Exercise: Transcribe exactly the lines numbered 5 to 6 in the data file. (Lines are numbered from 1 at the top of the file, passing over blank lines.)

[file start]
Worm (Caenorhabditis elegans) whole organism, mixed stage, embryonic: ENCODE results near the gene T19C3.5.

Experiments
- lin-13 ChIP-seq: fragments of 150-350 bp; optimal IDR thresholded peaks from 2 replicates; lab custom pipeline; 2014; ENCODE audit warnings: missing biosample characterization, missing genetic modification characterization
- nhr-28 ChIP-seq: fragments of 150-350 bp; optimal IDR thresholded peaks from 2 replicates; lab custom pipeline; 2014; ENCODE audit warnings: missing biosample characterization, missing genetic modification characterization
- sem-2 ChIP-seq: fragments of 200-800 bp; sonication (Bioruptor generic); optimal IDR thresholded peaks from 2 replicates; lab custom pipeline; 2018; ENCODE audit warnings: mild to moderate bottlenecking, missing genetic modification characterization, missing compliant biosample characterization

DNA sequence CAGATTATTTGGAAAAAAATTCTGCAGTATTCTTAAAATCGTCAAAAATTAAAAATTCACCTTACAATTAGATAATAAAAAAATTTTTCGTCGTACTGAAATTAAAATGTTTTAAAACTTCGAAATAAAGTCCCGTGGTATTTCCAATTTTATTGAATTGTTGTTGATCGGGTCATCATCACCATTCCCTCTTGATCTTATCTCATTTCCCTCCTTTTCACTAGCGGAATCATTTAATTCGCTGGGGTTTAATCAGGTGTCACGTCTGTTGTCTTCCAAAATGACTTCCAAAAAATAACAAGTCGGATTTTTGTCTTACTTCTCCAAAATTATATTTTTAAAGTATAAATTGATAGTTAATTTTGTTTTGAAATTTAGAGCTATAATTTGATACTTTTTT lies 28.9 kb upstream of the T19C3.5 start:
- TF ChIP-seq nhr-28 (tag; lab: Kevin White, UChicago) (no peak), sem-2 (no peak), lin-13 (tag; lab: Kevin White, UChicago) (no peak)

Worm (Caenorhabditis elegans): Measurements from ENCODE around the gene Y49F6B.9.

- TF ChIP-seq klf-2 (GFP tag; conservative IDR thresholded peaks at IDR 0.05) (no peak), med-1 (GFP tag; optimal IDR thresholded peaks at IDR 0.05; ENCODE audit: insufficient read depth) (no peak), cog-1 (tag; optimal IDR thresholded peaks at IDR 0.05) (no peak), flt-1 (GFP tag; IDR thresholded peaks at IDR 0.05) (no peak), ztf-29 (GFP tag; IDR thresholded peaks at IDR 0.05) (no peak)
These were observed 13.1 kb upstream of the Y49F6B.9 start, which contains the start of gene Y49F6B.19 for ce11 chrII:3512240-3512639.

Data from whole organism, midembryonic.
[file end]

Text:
- sem-2 ChIP-seq: fragments of 200-800 bp; sonication (Bioruptor generic); optimal IDR thresholded peaks from 2 replicates; lab custom pipeline; 2018; ENCODE audit warnings: mild to moderate bottlenecking, missing genetic modification characterization, missing compliant biosample characterization

DNA sequence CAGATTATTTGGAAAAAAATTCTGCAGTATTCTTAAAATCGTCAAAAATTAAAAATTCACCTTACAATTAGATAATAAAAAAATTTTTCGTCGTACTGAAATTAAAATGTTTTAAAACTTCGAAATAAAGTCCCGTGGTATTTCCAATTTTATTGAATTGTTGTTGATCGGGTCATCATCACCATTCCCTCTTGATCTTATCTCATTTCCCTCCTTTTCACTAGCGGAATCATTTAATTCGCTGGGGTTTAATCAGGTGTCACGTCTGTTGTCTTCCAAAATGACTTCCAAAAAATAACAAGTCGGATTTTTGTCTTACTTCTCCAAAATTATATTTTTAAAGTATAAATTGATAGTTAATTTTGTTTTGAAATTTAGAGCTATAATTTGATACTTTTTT lies 28.9 kb upstream of the T19C3.5 start: